Coalescent-based species tree estimation: a stochastic Farris transform

13 Jul 2017  ·  Gautam Dasarathy, Elchanan Mossel, Robert Nowak, Sebastien Roch ·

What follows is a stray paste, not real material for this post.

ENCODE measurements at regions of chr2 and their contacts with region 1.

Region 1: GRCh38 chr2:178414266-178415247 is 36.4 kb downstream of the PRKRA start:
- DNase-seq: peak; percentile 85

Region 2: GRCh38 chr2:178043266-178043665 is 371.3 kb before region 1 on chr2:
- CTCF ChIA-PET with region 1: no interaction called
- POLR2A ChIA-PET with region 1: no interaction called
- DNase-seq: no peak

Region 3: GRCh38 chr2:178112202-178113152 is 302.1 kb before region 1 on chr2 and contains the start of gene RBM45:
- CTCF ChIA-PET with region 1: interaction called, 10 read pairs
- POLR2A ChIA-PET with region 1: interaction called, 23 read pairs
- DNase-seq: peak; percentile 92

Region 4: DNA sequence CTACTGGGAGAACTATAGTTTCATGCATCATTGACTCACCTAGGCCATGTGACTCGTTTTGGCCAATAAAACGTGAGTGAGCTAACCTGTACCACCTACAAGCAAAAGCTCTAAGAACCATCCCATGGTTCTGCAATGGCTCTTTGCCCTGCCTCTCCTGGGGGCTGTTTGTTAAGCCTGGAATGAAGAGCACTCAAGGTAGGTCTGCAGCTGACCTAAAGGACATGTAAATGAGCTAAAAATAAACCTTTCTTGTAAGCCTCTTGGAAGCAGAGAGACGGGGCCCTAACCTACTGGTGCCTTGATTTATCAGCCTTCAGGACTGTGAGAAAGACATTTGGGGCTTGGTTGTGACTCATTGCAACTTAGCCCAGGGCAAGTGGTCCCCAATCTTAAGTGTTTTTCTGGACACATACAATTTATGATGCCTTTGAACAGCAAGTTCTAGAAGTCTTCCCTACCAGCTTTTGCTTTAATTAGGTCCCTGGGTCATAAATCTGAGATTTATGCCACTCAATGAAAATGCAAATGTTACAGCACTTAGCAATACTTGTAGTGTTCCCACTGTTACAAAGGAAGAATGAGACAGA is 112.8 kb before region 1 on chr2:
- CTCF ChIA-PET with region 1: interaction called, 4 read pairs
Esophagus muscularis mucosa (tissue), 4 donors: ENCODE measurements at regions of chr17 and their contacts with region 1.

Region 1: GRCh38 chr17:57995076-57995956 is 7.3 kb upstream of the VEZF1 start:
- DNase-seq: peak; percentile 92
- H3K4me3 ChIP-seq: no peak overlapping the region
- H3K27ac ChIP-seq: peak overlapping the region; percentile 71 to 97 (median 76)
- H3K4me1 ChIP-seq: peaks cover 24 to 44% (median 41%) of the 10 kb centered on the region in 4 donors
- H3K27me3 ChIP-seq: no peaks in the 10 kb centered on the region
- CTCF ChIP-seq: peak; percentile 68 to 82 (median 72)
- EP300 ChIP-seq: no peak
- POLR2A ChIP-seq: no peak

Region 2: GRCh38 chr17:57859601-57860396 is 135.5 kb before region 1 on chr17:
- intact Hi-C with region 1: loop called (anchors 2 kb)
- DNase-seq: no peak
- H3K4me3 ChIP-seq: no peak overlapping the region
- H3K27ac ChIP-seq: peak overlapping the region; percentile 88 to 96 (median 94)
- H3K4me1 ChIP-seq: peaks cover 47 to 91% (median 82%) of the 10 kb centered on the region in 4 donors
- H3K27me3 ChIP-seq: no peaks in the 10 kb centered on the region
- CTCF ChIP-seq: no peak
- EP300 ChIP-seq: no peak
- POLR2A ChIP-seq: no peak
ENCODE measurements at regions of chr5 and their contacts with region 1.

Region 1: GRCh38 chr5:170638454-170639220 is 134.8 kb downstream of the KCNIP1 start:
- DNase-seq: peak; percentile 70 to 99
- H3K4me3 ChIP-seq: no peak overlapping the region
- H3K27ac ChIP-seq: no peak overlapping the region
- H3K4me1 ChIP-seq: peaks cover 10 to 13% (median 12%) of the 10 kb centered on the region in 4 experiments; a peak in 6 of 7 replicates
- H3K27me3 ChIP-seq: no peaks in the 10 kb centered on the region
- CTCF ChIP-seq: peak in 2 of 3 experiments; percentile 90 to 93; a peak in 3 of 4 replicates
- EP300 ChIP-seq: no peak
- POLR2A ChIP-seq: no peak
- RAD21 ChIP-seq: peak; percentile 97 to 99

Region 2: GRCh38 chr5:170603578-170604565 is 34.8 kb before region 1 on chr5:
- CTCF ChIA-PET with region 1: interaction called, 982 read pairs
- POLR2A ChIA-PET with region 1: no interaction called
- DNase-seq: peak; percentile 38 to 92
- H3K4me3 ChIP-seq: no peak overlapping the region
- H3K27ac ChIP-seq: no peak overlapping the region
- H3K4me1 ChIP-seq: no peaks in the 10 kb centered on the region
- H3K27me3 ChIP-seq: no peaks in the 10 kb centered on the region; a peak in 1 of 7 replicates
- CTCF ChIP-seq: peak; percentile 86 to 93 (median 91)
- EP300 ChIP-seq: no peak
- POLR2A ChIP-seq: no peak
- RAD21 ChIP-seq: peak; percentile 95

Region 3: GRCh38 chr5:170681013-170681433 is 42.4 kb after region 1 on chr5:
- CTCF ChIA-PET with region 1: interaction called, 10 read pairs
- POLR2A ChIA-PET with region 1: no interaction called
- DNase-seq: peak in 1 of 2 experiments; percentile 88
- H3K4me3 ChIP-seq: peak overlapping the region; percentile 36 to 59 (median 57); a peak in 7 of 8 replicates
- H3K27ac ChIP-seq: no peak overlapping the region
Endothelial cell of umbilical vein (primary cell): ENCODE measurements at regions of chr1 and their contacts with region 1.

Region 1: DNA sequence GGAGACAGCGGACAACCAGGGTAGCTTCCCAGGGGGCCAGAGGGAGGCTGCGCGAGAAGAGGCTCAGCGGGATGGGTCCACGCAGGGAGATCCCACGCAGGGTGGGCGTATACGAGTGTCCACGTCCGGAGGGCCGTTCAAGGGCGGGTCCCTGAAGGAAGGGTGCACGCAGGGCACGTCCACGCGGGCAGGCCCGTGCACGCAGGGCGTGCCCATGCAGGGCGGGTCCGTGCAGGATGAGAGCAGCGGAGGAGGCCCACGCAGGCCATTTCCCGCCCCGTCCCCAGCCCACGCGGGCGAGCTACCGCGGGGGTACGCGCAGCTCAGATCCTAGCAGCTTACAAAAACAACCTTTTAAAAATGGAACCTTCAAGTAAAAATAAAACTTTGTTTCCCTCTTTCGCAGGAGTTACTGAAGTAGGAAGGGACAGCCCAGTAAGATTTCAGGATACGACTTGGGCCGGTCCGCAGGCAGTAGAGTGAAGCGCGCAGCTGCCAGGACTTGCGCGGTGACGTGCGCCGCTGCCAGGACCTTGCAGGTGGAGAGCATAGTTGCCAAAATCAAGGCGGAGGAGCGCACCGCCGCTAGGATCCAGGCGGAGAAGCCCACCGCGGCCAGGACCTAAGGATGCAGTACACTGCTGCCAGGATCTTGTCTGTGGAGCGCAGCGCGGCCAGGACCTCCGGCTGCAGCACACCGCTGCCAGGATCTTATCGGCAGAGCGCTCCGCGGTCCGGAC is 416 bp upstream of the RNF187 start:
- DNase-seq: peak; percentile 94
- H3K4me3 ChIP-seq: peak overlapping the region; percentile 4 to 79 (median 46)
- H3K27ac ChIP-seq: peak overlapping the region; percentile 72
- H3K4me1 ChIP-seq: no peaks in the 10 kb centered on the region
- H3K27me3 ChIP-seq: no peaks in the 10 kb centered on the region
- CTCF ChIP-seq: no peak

The reconstruction of a species phylogeny from genomic data faces two significant hurdles: 1) the trees describing the evolution of each individual gene--i.e., the gene trees--may differ from the species phylogeny and 2) the molecular sequences corresponding to each gene often provide limited information about the gene trees themselves. In this paper we consider an approach to species tree reconstruction that addresses both these hurdles... Specifically, we propose an algorithm for phylogeny reconstruction under the multispecies coalescent model with a standard model of site substitution. The multispecies coalescent is commonly used to model gene tree discordance due to incomplete lineage sorting, a well-studied population-genetic effect. In previous work, an information-theoretic trade-off was derived in this context between the number of loci, $m$, needed for an accurate reconstruction and the length of the locus sequences, $k$. It was shown that to reconstruct an internal branch of length $f$, one needs $m$ to be of the order of $1/[f^{2} \sqrt{k}]$. That previous result was obtained under the molecular clock assumption, i.e., under the assumption that mutation rates (as well as population sizes) are constant across the species phylogeny. Here we generalize this result beyond the restrictive molecular clock assumption, and obtain a new reconstruction algorithm that has the same data requirement (up to log factors). Our main contribution is a novel reduction to the molecular clock case under the multispecies coalescent. As a corollary, we also obtain a new identifiability result of independent interest: for any species tree with $n \geq 3$ species, the rooted species tree can be identified from the distribution of its unrooted weighted gene trees even in the absence of a molecular clock. read more

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